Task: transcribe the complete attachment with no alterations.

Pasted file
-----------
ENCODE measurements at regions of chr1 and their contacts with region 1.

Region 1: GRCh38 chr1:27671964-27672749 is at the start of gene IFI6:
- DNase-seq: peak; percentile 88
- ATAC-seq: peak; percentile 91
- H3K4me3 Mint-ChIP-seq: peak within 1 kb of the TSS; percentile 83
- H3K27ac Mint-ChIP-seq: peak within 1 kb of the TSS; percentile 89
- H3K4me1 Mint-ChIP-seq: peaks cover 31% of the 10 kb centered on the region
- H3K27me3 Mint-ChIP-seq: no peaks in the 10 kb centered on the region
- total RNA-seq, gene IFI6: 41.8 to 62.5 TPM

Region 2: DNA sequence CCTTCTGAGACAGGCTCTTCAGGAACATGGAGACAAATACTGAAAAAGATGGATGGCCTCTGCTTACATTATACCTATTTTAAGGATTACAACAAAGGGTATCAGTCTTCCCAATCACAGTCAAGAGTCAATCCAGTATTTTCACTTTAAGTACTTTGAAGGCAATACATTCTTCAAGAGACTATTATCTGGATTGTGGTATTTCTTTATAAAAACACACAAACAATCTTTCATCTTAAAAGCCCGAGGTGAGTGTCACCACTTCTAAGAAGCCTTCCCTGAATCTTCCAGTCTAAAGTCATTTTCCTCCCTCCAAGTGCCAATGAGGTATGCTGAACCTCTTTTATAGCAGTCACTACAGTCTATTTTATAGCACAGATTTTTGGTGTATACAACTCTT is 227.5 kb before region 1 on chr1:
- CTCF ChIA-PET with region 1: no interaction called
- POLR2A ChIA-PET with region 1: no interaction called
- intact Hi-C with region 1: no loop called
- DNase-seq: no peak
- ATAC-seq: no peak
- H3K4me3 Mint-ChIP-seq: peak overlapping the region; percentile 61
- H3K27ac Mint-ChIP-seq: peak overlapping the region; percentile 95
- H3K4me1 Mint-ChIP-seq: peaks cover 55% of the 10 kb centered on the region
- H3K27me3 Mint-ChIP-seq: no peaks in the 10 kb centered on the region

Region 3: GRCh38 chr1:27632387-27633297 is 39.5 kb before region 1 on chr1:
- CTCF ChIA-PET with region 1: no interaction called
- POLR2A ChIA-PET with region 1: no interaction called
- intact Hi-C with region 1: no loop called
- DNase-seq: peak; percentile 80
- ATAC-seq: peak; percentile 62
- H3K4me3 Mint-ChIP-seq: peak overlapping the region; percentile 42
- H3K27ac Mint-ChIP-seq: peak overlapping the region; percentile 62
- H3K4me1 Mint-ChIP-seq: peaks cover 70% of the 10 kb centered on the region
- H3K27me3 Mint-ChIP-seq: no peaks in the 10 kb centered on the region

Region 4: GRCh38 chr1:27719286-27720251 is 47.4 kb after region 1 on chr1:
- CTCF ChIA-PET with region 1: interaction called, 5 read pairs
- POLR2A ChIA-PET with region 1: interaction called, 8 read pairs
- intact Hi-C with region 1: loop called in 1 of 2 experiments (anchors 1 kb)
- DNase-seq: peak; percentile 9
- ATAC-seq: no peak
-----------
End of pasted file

ENCODE measurements at regions of chr1 and their contacts with region 1.

Region 1: GRCh38 chr1:27671964-27672749 is at the start of gene IFI6:
- DNase-seq: peak; percentile 88
- ATAC-seq: peak; percentile 91
- H3K4me3 Mint-ChIP-seq: peak within 1 kb of the TSS; percentile 83
- H3K27ac Mint-ChIP-seq: peak within 1 kb of the TSS; percentile 89
- H3K4me1 Mint-ChIP-seq: peaks cover 31% of the 10 kb centered on the region
- H3K27me3 Mint-ChIP-seq: no peaks in the 10 kb centered on the region
- total RNA-seq, gene IFI6: 41.8 to 62.5 TPM

Region 2: DNA sequence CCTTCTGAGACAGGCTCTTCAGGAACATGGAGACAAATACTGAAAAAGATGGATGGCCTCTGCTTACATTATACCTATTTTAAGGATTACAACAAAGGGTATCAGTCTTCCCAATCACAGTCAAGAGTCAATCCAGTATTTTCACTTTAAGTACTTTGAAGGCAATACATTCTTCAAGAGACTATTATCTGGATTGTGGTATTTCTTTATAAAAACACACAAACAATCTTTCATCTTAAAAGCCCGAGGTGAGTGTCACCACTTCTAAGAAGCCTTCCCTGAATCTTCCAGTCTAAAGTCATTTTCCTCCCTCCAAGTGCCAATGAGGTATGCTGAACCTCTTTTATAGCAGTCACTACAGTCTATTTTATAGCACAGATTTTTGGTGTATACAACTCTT is 227.5 kb before region 1 on chr1:
- CTCF ChIA-PET with region 1: no interaction called
- POLR2A ChIA-PET with region 1: no interaction called
- intact Hi-C with region 1: no loop called
- DNase-seq: no peak
- ATAC-seq: no peak
- H3K4me3 Mint-ChIP-seq: peak overlapping the region; percentile 61
- H3K27ac Mint-ChIP-seq: peak overlapping the region; percentile 95
- H3K4me1 Mint-ChIP-seq: peaks cover 55% of the 10 kb centered on the region
- H3K27me3 Mint-ChIP-seq: no peaks in the 10 kb centered on the region

Region 3: GRCh38 chr1:27632387-27633297 is 39.5 kb before region 1 on chr1:
- CTCF ChIA-PET with region 1: no interaction called
- POLR2A ChIA-PET with region 1: no interaction called
- intact Hi-C with region 1: no loop called
- DNase-seq: peak; percentile 80
- ATAC-seq: peak; percentile 62
- H3K4me3 Mint-ChIP-seq: peak overlapping the region; percentile 42
- H3K27ac Mint-ChIP-seq: peak overlapping the region; percentile 62
- H3K4me1 Mint-ChIP-seq: peaks cover 70% of the 10 kb centered on the region
- H3K27me3 Mint-ChIP-seq: no peaks in the 10 kb centered on the region

Region 4: GRCh38 chr1:27719286-27720251 is 47.4 kb after region 1 on chr1:
- CTCF ChIA-PET with region 1: interaction called, 5 read pairs
- POLR2A ChIA-PET with region 1: interaction called, 8 read pairs
- intact Hi-C with region 1: loop called in 1 of 2 experiments (anchors 1 kb)
- DNase-seq: peak; percentile 9
- ATAC-seq: no peak